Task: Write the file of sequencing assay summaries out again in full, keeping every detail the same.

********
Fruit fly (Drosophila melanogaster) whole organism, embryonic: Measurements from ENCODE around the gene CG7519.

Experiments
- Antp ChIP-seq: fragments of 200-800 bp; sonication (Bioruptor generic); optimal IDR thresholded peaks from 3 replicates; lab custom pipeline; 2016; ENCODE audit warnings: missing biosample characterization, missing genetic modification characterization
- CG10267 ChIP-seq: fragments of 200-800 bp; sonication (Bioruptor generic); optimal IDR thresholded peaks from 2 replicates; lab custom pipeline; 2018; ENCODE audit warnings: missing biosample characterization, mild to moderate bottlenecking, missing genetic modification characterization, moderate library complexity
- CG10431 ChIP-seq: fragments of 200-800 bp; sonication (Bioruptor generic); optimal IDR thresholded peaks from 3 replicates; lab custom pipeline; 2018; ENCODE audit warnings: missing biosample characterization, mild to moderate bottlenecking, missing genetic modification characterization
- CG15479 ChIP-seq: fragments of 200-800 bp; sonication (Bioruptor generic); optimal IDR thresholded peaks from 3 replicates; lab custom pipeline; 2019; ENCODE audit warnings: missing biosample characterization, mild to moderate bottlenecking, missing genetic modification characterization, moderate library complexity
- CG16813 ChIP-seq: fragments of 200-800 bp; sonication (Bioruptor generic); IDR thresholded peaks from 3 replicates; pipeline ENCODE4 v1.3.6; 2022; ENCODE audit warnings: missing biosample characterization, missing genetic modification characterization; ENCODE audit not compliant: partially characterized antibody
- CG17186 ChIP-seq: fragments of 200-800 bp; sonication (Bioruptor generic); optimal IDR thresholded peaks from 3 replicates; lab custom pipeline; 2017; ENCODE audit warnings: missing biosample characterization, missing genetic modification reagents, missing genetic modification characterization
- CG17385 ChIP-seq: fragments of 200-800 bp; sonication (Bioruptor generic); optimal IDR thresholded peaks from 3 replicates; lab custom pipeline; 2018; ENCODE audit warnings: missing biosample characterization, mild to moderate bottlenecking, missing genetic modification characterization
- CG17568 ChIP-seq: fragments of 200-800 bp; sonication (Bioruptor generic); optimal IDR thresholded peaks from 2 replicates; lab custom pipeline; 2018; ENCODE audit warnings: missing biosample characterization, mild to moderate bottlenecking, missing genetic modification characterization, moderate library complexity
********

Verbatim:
Fruit fly (Drosophila melanogaster) whole organism, embryonic: Measurements from ENCODE around the gene CG7519.

Experiments
- Antp ChIP-seq: fragments of 200-800 bp; sonication (Bioruptor generic); optimal IDR thresholded peaks from 3 replicates; lab custom pipeline; 2016; ENCODE audit warnings: missing biosample characterization, missing genetic modification characterization
- CG10267 ChIP-seq: fragments of 200-800 bp; sonication (Bioruptor generic); optimal IDR thresholded peaks from 2 replicates; lab custom pipeline; 2018; ENCODE audit warnings: missing biosample characterization, mild to moderate bottlenecking, missing genetic modification characterization, moderate library complexity
- CG10431 ChIP-seq: fragments of 200-800 bp; sonication (Bioruptor generic); optimal IDR thresholded peaks from 3 replicates; lab custom pipeline; 2018; ENCODE audit warnings: missing biosample characterization, mild to moderate bottlenecking, missing genetic modification characterization
- CG15479 ChIP-seq: fragments of 200-800 bp; sonication (Bioruptor generic); optimal IDR thresholded peaks from 3 replicates; lab custom pipeline; 2019; ENCODE audit warnings: missing biosample characterization, mild to moderate bottlenecking, missing genetic modification characterization, moderate library complexity
- CG16813 ChIP-seq: fragments of 200-800 bp; sonication (Bioruptor generic); IDR thresholded peaks from 3 replicates; pipeline ENCODE4 v1.3.6; 2022; ENCODE audit warnings: missing biosample characterization, missing genetic modification characterization; ENCODE audit not compliant: partially characterized antibody
- CG17186 ChIP-seq: fragments of 200-800 bp; sonication (Bioruptor generic); optimal IDR thresholded peaks from 3 replicates; lab custom pipeline; 2017; ENCODE audit warnings: missing biosample characterization, missing genetic modification reagents, missing genetic modification characterization
- CG17385 ChIP-seq: fragments of 200-800 bp; sonication (Bioruptor generic); optimal IDR thresholded peaks from 3 replicates; lab custom pipeline; 2018; ENCODE audit warnings: missing biosample characterization, mild to moderate bottlenecking, missing genetic modification characterization
- CG17568 ChIP-seq: fragments of 200-800 bp; sonication (Bioruptor generic); optimal IDR thresholded peaks from 2 replicates; lab custom pipeline; 2018; ENCODE audit warnings: missing biosample characterization, mild to moderate bottlenecking, missing genetic modification characterization, moderate library complexity